Brian Alderson founded the Children’s Books History Society; he was once Children’s Books Editor for The Times newspaper. Writing in Books for Keeps in 2010, he recalled an anecdote once told to librarians by Rosemary Sutcliff in the 1950s: ‘That’s not a sand-castle,’ said the busy child on the beach, ‘I’m building a temple to Mithras.’
In all probability the temple-builder’s enthusiasm for the work came from hearing its famed serialisation on ‘Children’s Hour’ but (perhaps unlike television serials) the wireless version sent listeners straight back to the book to get the author’s full-dress narrative to go with the spoken one.
They were keen readers, those librarians – our first critics, long before the academic brigades were mustered – and for them, at that time, the landing of The Eagle of the Ninth had something of the force of a revelation. True, it did not come from an entirely unknown author.
Miss Sutcliff could be seen as one of the new post-war talents in the writing of children’s books (several, like her, being fostered by John Bell and his editorial colleagues at the Oxford University Press) but of the five books with her name on them at that time only the most recent, Simon of 1953, suggested a voice suited to something beyond what she herself later referred to as her ‘books for little girls… too cosy… too sweet…’
The Eagle of the Ninth revealed how quickly that voice had matured and now, in retrospect, we can see that its development is closely related to her imaginative apprehension of a subject that was lying in wait for her: the matter of Roman Britain. Her five earlier historical stories had not come near that period, being set mostly in post-medieval times, but Rome had been implanted in her mind well before them. There had been what sounds like a rather frenzied youthful attempt at a novel: Wild Sunrise, a ‘very bad… saga of the Roman invasion, as Victorian-English as anything out of Whyte-Melville’s The Gladiators’ and that, in turn, had been influenced by her mother’s early reading to her of Kipling, ‘especially the three magnificent Roman stories in Puck of Pook’s Hill’.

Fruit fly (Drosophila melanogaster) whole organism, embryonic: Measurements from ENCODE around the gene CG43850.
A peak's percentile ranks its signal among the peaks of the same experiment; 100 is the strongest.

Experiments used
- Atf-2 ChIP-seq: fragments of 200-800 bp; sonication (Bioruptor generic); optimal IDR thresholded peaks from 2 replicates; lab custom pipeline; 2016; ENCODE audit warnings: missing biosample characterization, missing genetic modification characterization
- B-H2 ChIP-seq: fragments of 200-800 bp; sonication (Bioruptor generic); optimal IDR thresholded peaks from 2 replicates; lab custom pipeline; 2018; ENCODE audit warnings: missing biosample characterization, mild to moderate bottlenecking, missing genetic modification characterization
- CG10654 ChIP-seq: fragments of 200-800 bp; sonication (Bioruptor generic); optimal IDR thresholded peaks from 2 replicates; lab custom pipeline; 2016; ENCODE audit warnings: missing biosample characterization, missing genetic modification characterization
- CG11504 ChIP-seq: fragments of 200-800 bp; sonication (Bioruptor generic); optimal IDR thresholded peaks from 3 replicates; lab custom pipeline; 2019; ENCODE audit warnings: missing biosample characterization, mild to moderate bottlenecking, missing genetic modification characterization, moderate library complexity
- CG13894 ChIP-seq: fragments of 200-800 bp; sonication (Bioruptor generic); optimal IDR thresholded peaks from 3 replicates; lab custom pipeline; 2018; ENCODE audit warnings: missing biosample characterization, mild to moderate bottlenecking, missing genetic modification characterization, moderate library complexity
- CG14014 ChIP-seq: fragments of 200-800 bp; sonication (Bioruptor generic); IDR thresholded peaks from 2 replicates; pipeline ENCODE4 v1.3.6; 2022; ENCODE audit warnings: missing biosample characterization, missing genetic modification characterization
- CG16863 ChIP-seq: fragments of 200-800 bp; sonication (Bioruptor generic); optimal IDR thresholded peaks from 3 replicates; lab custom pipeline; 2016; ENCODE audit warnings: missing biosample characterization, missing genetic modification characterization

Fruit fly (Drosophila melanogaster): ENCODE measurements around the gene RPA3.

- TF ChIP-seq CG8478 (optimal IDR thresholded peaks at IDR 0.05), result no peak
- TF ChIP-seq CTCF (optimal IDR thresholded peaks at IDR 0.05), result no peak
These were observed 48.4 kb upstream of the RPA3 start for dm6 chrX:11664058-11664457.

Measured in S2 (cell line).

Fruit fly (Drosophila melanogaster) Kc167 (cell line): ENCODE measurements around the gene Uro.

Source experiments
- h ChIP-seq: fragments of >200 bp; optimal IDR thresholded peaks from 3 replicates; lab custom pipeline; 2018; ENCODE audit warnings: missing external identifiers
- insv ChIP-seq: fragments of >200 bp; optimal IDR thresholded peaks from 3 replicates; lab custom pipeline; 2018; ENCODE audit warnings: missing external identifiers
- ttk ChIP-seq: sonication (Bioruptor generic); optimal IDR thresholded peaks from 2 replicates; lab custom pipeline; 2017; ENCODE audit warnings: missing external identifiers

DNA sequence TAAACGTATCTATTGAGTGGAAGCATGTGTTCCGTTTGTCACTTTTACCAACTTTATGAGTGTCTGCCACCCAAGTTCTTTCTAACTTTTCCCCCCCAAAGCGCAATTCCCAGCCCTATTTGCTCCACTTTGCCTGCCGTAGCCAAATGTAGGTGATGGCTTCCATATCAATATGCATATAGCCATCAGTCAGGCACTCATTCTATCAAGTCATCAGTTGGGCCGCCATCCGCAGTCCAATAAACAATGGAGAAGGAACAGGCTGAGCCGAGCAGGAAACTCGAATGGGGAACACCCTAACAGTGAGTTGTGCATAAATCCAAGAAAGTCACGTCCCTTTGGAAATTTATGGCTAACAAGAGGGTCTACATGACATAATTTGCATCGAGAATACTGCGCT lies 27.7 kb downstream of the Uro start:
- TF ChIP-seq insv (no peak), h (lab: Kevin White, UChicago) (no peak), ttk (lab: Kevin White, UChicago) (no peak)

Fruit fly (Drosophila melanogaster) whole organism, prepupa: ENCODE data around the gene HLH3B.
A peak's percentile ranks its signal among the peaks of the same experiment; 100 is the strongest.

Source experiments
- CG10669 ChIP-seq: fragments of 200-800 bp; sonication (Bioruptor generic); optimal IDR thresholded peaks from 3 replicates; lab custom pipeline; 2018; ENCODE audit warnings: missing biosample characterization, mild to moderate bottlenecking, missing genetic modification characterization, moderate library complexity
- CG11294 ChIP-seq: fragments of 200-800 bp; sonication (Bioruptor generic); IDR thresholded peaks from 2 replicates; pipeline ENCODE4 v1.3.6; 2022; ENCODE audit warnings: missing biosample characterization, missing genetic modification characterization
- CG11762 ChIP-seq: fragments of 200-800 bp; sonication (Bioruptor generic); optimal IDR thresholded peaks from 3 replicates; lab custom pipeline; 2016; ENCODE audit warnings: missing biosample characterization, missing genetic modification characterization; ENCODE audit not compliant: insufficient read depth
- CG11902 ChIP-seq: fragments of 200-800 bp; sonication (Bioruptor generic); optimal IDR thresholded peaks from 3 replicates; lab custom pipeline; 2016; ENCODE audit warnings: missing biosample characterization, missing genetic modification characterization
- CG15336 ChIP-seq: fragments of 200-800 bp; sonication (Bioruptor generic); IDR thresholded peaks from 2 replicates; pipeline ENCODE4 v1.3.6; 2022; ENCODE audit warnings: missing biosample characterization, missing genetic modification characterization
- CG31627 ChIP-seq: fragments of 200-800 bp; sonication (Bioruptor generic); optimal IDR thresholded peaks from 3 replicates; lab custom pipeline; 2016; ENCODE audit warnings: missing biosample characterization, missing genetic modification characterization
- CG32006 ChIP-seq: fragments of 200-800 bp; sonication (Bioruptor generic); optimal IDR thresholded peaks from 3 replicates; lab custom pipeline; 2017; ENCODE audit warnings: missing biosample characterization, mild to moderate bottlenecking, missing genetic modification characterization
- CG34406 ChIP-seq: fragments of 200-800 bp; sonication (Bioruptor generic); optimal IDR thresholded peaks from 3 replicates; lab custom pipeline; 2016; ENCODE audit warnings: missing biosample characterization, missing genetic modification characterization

Those were not separate tales, but rather three episodes in the career of a British-born legionary who is sent from Sussex to help defend the Wall. It is no longer Rome’s hey-day in England, but the time when the Empire is crumbling at the edges – the ‘decline’ adumbrated in the first two volumes of Gibbon – and what Sutcliff found there was a complex of subjects of great dramatic potential: civilising discipline set against tribal barbarities, the servants of Empire with an allegiance also to a homeland within its borders, the selfless devotion, on either side of the equation, to causes and to overarching human relationships (and even those between man and beast).
It looks as though the realisation of this potential almost forced Sutcliff to find a match for it through her storytelling. For the tremendous adventure of The Eagle of the Ninth, which sees Marcus, a lamed hero, and his companion, the freed slave Esca, journey from Sussex to the Pictish lands beyond the Wall, has an emotional density that cannot be denied. The wide-ranging geography of the book, the diverse characters who people it, are delineated with an unhurried confidence which gives substance to its episodic plotting (and even – a Sutcliffian hallmark – its happy coincidences), all building towards its Romantic denouement.
Even now, I find it a ‘gulp book’ for its admission of untainted chivalry – the manumission of Esca, say – and its resolution of taut moments of crisis – the return of Cub, the wolf-dog and the ensuing discomfiture of the Tribune Placidus.
Decline and fall was too resonant a subject to be encompassed by a single story and The Eagle of the Ninth was the begetter of a chronological sequence that would carry the reader through centuries of warfare in disintegrating Roman Britain towards a kind of resolution four books later in Dawn Wind. (One of those four is the substantial novel for adults that seeks to establish an historic Arthur: Sword at Sunset.) The sequence is given continuity through the presence throughout of descendants of the Eagle’s Marcus and the flawed emerald ring that he inherits from his father, and it confirms that Sutcliff’s narrative technique deployed in the first book proved more than dependable in the making of its successors. Dramatic construction, the significance of landscape, a workable solution to the patterning of ancient speech, and, above all, an unflinching recognition of the disasters of war sustain the credibility of the saga. (John Terraine, the eminent military historian, claimed that Sutcliff – crippled from childhood by Still’s Disease – had a more refined concept of what it was to be a fighting soldier than most of the specialists in the field.)